Aphaenogaster lepida

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Aphaenogaster lepida
Scientific classification
Kingdom: Animalia
Phylum: Arthropoda
Class: Insecta
Order: Hymenoptera
Family: Formicidae
Subfamily: Myrmicinae
Tribe: Attini
Genus: Aphaenogaster
Species: A. lepida
Binomial name
Aphaenogaster lepida
Wheeler, W.M., 1930

MCZ-ENT00020601 Aphaenogaster silvestrii hal.jpg

MCZ-ENT00020601 Aphaenogaster silvestrii had.jpg

Type Specimen Label

Synonyms

Identification

Wheeler 1929 - The worker of this species seems to resemble that of Aphaenogaster tipuna from Formosa, to judge from Forel's description, but the male is very different in the structure of its epinotum and mesonotum, which does not overhang the head anteriorly. The worker is smaller than that of tipuna, with longer funicular joints and different sculpture.

Dong et al. (2020) - Workers of Aphaenogaster lepida and Aphaenogaster tipuna are morphologically similar. The most significant difference is in head coloration, the head of A. tipuna workers being entirely reddish (Fig. 5A) while it is black in A. lepida (Figs. 1, 2). However, while the colour differences are distinct in live and freshly collected material, discoloration can occur in both pinned specimens and alcohol-fixed material, especially in long-term preserved specimens. Unfortinately, this reduces the usefulness of this character in separating these taxa.

In contrast to workers, males are easily separated by differences in the shape of the mesonotum and propodeum. The mesonotum of A. lepida is smaller and lower (Figs. 3A, 3B) compared to that of A. tipuna, where it is larger and overhangs the posterior region of the head (Fig. 3C) (Wheeler, 1929). The propodeum in A. lepida is higher and essentially flat (Figs. 3A, 3B) while in A. tipuna it is lower and distinctly angular anteriorly (Fig. 3C).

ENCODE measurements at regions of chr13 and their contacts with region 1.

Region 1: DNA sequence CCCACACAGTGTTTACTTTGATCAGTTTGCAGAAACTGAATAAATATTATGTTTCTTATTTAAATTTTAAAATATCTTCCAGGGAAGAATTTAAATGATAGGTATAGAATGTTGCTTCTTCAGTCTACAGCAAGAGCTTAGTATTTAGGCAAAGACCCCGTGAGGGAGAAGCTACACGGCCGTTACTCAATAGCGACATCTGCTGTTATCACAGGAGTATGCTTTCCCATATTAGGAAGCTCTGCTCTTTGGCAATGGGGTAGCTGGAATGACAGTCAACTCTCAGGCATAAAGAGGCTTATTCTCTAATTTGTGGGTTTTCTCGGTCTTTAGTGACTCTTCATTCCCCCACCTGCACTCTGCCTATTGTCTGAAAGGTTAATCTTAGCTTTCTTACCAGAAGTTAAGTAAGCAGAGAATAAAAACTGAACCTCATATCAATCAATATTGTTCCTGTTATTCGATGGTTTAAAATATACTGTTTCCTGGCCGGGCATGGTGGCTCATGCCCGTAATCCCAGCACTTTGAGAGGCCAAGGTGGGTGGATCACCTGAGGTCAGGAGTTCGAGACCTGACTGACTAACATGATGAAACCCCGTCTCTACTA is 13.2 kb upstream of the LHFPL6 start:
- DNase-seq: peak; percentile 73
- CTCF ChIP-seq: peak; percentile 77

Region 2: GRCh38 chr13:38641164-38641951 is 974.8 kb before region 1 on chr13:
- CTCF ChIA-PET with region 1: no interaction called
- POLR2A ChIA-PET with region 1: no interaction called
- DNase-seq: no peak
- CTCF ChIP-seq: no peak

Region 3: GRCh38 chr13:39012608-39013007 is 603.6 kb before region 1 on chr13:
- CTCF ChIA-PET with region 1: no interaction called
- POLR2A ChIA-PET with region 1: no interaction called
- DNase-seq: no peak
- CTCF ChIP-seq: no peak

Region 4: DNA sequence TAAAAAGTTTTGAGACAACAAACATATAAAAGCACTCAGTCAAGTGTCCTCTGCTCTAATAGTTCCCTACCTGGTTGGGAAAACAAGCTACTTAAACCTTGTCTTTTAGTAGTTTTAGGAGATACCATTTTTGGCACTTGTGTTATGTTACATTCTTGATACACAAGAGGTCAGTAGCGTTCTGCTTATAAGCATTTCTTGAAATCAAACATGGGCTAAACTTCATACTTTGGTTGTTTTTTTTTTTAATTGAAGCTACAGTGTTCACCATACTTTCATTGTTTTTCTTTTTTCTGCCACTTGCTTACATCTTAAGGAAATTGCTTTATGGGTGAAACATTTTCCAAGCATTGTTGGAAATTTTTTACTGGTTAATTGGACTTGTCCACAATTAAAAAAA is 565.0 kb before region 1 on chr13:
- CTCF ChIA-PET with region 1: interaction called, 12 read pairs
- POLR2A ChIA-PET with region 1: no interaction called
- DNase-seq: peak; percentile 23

• Morphological characters of A. lepida workers from Korea (A, C) and Taiwan (type locality) (B, D) (Dong et al. 2020, Fig. 1).
  • Field images of A. lepida from Korea (Dong et al. 2020, Fig. 2A).
  • Field images of A. lepida from Taiwan (type locality) (Dong et al. 2020, Fig. 2B).
  • Morphological comparisons of males of A. lepida from Korea (A) and Taiwan (type locality) (B), and A. tipuna from Japan (C) (Dong et al. 2020, Fig. 3).
  • Full-face view of male of A. lepida from Korea (same scale as Fig. 4B) (Dong et al. 2020, Fig. 4A).
  • Profile view of male of A. lepida from Korea. Scale bar: 1mm (Dong et al. 2020, Fig. 4B).
  • Habitus of A. tipuna collected from Japan (near Funaura, Iriomote-jima, Yayeyama Is., 22 Jun. 1991. Coll. H. Watanabe. Det. W. Jaitrong). (A) Worker, (B) Gyne (Dong et al. 2020, Fig. 5).

Distribution

Distribution based on Regional Taxon Lists

Oriental Region: Taiwan (type locality).
Palaearctic Region: China, Republic of Korea.

  • Note that Korean records of this species were previously misidentified as Aphaenogaster tipuna (Dong et al., 2020).

Distribution based on AntMaps

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Distribution based on AntWeb specimens

Check data from AntWeb

Biology

Castes

Nomenclature

The following information is derived from Barry Bolton's Online Catalogue of the Ants of the World.

  • lepida. Aphaenogaster (Attomyrma) lepida Wheeler, W.M. 1930a: 96.
    • Replacement name for Aphaenogaster (Attomyrma) silvestrii Wheeler, W.M. 1929g: 37. [Junior primary homonym of Aphaenogaster (Deromyrma) silvestrii Menozzi, 1929b: 282.]
    • Status as species: Chapman & Capco, 1951: 132; Brown, 1954d: 10; Bolton, 1995b: 70; Wu, J. & Wang, 1995: 114; Lin & Wu, 2003: 64; Terayama, 2009: 164; Guénard & Dunn, 2012: 40.